PreS-K-Any young child who has ever longed for just a few minutes more in bed will easily identify with Sam. After his mother finally gets him on his feet and makes sure he has chosen his clothes for the day, she leaves to get dressed herself. She returns later to find him under the covers. But surprise! He is really dressed and ready for breakfast. In the end, it is Sam who has to wait for mom. Like many of Russo's other stories, this one perfectly captures special moments between parent and child. Her stylistic illustrations, done in gouache paints, are large, uncluttered, and surrounded by generous white borders. While the text is brief, the illustrations present some important aspects of a morning routine for young children: dressing oneself, eating a good breakfast, brushing teeth. The alternating lines of text-blue for Sam and maroon for his mother-will help children see the changes in viewpoint and encourage them to role play the story. Use this title with Anita Riggio's Wake Up, William (Atheneum, 1987; o.p.) for a humorous look at what can sometimes be a trying part of the day.-Marianne Saccardi, Whitby School American Montessori Center, Greenwich, CT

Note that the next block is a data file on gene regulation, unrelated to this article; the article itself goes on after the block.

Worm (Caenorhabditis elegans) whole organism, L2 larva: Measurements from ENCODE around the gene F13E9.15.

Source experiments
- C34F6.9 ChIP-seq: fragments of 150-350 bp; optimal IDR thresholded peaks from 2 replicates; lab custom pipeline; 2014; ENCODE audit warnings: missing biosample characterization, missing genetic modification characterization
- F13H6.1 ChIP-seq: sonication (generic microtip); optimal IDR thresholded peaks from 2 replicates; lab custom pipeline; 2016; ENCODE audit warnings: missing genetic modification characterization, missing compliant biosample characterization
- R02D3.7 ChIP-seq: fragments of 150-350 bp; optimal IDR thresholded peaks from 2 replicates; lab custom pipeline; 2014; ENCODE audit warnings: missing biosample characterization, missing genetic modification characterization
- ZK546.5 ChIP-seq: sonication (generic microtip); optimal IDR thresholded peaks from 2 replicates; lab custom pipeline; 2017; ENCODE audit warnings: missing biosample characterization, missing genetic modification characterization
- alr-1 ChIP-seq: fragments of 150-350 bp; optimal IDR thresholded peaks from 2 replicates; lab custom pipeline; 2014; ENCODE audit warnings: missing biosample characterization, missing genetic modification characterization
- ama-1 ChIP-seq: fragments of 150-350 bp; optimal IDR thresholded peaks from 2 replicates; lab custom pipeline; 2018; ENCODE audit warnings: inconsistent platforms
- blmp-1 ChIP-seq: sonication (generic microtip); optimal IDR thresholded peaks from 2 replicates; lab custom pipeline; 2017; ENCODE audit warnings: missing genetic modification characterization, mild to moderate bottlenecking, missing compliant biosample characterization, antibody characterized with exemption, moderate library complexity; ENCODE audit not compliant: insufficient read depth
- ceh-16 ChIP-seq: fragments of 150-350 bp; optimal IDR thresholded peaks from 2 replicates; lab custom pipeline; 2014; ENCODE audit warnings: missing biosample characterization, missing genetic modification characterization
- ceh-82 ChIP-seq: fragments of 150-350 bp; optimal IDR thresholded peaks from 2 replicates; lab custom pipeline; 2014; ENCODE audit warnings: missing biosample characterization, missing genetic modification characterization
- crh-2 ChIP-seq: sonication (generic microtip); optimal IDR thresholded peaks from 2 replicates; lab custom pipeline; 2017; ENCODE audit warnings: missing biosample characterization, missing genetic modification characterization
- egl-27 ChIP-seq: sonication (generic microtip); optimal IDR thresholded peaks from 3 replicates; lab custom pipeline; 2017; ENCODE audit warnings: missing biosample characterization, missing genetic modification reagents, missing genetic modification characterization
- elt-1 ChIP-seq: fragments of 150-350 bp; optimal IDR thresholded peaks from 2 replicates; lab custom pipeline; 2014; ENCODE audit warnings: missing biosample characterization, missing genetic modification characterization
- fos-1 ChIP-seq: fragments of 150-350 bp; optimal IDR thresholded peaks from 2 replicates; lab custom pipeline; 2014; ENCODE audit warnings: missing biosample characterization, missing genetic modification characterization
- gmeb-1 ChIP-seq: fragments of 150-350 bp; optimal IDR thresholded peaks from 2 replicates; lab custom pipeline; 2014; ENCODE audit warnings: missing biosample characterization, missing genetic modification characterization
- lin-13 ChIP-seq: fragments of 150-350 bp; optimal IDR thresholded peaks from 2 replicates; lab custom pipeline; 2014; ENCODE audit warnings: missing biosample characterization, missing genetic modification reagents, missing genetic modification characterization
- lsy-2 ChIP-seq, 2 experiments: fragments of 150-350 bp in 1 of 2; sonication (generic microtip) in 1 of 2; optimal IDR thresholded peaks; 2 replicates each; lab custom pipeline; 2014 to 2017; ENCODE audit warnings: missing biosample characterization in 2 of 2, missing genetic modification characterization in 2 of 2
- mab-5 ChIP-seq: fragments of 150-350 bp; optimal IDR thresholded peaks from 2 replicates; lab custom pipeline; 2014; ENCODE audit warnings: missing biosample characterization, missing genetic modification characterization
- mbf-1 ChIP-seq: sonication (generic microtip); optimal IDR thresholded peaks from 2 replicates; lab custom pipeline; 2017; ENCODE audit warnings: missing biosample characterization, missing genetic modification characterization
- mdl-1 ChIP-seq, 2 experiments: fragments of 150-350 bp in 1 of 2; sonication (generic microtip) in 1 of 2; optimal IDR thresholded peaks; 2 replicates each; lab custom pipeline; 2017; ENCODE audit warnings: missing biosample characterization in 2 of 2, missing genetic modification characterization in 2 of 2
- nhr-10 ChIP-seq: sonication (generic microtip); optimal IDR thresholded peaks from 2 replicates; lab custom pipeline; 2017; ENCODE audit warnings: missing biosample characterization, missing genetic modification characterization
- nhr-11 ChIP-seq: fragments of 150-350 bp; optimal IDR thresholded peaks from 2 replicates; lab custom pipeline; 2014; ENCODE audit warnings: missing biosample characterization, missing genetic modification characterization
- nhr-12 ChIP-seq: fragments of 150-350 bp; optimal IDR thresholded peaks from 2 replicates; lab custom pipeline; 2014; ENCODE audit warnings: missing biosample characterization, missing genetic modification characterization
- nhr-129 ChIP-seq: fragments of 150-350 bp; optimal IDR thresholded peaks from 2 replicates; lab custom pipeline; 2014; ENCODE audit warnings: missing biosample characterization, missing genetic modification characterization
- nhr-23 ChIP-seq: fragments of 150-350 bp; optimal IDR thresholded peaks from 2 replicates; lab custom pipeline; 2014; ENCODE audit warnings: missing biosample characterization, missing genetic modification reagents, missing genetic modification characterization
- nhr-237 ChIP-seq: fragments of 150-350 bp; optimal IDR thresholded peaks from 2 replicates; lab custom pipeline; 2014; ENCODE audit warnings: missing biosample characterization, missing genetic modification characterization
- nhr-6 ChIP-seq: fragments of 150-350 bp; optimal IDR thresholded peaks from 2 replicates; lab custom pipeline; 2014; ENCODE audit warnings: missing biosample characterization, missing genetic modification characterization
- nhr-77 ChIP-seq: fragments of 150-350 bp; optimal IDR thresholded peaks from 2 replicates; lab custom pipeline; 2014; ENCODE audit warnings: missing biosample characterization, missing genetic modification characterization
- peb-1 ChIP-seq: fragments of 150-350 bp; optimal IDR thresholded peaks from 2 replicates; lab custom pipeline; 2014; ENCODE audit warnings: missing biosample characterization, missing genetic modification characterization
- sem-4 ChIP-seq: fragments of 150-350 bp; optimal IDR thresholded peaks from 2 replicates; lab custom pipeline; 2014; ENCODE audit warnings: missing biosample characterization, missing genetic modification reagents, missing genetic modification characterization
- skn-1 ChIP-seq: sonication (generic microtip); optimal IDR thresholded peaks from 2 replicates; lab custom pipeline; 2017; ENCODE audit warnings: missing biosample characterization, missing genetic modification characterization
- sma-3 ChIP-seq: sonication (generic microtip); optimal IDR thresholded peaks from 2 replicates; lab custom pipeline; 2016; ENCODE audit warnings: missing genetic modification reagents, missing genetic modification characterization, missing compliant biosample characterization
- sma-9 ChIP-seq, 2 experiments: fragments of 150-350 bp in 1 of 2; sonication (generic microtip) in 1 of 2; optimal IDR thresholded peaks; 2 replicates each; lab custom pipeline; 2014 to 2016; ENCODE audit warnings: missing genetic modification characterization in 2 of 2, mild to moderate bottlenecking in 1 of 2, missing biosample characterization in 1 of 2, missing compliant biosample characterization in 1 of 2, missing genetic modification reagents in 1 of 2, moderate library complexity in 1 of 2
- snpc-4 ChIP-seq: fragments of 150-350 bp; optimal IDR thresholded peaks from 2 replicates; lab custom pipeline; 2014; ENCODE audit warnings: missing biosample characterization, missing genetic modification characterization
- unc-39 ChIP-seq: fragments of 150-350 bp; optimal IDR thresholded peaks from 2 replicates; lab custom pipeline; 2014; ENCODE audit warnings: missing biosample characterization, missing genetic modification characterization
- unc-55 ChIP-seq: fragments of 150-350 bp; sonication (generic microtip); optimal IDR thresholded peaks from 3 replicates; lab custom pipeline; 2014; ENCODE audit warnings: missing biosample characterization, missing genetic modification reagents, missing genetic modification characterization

A boy and his mother play a game to get him out of bed in the morning and ready for school. Bright, clear gouache illustrations and a minimalist text show Mom trying to wake the sleepyhead, who wants just a few more minutes under the covers. She tries a good-morning kiss, she tickles his toes, and finally she coaxes him to wash and get dressed. Then while she's getting ready, he plays a trick on her: When she comes back, she finds him back under the covers--fully clothed. There are so many warm, cozy bedtime tales that it's nice to have an affectionate, teasing story about the start of the day, especially since the morning rush can be a trying time for even the most loving families.